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Friends of the Clearwater files federal suit challenging Nez Perce-Clearwater National Forest policy in North Fork drainage

A black-tailed bumblebee collects pollen from a cow parsnip plant along the North Fork of the Clearwater River on the Nez Perce-Clearwater National Forest.  (Eric Barker)
A black-tailed bumblebee collects pollen from a cow parsnip plant along the North Fork of the Clearwater River on the Nez Perce-Clearwater National Forest. (Eric Barker)
By Eric Barker The Lewiston Tribune

The conservation group Friends of the Clearwater is asking a federal judge to prohibit motorized travel to Fish Lake, high in the North Fork of the Clearwater River drainage.

The suit challenges a 2017 vehicle use rule issued by Nez Perce-Clearwater National Forest Supervisor Cheryl Probert and claims motorcycle and all-terrain vehicle traffic threaten bull trout, grizzly bear and elk habitat.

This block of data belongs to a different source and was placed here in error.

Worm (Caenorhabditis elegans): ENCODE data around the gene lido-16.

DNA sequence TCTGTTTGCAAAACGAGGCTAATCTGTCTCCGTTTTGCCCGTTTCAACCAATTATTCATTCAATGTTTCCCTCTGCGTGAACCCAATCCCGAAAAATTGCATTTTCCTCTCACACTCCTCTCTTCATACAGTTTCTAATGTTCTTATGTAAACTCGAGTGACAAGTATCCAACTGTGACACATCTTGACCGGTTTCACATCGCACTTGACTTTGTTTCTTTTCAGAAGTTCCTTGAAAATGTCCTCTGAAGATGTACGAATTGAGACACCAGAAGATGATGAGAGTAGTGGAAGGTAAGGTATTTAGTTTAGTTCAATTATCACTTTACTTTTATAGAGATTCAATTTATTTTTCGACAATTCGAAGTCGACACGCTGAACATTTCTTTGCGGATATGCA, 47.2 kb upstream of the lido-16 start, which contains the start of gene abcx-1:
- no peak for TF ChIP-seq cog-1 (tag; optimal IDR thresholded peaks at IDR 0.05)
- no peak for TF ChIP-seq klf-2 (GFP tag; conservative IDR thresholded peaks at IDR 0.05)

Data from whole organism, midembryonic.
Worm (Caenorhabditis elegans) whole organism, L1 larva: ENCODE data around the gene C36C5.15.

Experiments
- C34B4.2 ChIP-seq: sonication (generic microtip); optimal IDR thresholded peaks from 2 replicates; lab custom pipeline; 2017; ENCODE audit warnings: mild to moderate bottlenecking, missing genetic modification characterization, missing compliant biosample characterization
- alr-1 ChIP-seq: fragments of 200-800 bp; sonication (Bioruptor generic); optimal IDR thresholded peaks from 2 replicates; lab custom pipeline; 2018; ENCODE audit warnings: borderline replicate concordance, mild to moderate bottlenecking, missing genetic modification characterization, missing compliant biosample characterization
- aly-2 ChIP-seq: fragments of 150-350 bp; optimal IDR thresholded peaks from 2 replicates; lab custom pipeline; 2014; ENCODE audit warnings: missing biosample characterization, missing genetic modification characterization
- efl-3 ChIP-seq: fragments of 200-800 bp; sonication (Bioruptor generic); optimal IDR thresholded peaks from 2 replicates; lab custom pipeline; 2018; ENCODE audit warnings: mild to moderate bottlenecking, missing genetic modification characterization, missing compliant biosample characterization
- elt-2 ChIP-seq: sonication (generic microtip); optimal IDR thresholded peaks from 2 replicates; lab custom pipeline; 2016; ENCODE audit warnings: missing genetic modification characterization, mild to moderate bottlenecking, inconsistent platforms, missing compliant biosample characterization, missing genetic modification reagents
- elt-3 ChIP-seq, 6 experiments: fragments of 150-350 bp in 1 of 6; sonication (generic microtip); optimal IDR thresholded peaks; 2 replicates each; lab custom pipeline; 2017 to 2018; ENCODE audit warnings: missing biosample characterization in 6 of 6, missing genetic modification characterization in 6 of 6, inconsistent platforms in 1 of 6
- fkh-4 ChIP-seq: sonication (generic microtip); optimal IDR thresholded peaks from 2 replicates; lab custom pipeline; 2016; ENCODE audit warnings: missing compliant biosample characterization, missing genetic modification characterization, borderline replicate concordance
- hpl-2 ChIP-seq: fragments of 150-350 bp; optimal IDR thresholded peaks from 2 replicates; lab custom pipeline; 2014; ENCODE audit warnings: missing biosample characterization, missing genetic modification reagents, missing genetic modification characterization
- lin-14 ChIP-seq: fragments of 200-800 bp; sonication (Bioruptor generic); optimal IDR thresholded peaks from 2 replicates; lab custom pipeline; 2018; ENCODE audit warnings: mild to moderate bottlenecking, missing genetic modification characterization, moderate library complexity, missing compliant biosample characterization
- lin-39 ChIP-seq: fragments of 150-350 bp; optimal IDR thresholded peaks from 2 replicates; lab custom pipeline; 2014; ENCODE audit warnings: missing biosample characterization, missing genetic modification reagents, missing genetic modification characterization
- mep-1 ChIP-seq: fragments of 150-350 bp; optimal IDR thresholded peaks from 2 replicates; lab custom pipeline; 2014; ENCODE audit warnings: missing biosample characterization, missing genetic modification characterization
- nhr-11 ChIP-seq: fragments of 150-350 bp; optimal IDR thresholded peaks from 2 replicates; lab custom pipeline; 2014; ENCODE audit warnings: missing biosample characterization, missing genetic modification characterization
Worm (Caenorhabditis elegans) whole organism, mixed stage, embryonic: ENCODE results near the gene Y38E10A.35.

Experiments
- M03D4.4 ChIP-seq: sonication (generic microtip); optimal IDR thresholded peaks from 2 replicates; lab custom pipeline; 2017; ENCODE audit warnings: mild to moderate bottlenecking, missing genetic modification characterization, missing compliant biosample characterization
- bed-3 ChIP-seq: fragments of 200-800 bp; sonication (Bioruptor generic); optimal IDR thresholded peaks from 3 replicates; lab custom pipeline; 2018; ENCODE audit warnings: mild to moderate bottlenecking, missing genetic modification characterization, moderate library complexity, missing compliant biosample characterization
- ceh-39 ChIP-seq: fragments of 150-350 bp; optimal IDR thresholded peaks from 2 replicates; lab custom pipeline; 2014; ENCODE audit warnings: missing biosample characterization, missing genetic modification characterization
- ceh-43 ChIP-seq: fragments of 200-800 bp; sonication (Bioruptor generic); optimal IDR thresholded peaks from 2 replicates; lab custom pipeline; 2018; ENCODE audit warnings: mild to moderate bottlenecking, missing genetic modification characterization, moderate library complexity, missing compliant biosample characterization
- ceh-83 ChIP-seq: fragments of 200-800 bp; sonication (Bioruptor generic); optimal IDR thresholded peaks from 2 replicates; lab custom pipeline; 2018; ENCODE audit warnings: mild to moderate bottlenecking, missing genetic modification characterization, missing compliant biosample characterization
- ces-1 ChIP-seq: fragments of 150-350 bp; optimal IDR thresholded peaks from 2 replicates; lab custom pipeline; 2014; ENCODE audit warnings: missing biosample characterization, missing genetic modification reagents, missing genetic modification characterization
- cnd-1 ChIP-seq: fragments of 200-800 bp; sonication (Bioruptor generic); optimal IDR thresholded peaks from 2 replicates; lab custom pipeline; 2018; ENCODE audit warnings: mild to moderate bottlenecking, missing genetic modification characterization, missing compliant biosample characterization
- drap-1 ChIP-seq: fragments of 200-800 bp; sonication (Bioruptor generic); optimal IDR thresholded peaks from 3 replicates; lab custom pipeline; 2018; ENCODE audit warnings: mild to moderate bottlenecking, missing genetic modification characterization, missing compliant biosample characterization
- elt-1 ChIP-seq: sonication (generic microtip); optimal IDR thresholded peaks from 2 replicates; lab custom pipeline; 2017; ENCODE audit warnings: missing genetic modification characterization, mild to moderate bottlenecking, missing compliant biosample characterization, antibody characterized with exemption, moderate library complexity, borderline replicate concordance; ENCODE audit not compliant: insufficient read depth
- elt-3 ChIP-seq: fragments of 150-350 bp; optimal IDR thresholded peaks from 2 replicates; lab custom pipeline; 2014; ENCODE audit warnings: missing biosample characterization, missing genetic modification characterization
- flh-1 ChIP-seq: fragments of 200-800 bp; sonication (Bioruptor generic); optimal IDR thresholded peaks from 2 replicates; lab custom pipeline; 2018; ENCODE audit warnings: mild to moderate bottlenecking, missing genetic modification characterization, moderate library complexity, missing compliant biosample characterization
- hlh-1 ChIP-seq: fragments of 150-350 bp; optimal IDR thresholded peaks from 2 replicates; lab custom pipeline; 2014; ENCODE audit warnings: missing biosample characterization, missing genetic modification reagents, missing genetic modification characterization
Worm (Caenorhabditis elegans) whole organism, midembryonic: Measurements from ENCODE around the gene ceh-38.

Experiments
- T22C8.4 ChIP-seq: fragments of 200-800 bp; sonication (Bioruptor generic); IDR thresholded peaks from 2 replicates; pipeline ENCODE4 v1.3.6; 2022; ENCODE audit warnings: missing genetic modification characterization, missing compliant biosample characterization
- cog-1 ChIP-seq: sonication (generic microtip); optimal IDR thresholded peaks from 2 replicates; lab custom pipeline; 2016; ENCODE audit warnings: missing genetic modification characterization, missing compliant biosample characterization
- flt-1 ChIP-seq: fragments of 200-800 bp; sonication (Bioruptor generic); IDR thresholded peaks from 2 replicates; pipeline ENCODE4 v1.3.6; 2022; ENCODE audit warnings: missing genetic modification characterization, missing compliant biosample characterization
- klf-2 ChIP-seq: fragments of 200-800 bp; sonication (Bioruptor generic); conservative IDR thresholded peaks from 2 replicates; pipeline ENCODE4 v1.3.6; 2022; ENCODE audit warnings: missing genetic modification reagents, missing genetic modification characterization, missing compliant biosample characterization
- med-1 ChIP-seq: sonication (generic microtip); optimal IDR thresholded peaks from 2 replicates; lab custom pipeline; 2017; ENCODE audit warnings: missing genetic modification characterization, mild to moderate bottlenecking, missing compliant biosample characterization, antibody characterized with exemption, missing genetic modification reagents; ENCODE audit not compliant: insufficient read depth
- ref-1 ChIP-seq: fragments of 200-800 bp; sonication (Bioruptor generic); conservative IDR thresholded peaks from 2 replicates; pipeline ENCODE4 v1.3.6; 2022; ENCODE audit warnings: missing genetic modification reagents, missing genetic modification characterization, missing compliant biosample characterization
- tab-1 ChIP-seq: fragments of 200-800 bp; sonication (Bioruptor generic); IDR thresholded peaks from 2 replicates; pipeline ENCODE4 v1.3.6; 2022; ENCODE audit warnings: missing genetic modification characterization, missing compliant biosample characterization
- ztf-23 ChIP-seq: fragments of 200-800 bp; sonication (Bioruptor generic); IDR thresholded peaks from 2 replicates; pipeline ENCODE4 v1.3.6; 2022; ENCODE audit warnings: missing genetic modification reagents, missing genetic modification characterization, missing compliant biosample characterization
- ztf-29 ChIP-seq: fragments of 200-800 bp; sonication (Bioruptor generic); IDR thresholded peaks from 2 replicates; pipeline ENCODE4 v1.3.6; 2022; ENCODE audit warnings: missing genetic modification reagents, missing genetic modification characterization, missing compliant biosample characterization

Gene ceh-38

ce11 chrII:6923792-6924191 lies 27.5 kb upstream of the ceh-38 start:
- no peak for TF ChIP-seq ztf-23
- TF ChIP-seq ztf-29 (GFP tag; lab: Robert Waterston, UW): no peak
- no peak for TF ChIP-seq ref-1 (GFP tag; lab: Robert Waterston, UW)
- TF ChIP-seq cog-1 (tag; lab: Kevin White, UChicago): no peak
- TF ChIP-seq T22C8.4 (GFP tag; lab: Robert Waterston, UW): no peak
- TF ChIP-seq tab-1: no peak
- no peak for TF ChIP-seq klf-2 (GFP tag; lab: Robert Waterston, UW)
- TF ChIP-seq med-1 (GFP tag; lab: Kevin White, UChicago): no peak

Fish Lake sits within the Great Burn roadless area and was proposed for congressional consideration for wilderness designation in 1987. Congress hasn’t acted on the proposal.

According to a news release from the group, the lawsuit builds on a successful 2015 lawsuit it and other conservation groups filed.

In that case, a judge ruled motorized use in some areas of the forest violated elk habitat protections required by the Clearwater National Forest plan. Friends of the Clearwater allege the agency is making the same mistake again.

“Rather than abide by the court’s ruling and its own forest plan, the Forest Service continued the injury to wildlife and again violated the forest plan when, in 2017, the agency decided to allow motorized use on the trail to Fish Lake, in a recommended wilderness,” said Gary Macfarlane, ecosystem defense director for the group.

He noted grizzly bears have been documented in the general area as recently as 2019 and one was mistakenly killed by a hunter in 2007.

“Motorized use impacts grizzlies at individual and population levels, from using habitat to selecting home ranges. Further, the U.S. Fish and Wildlife Service admits that motorized use also threatens the unique population of bull trout in the lake through increased fishing pressure the motorized access provides.”

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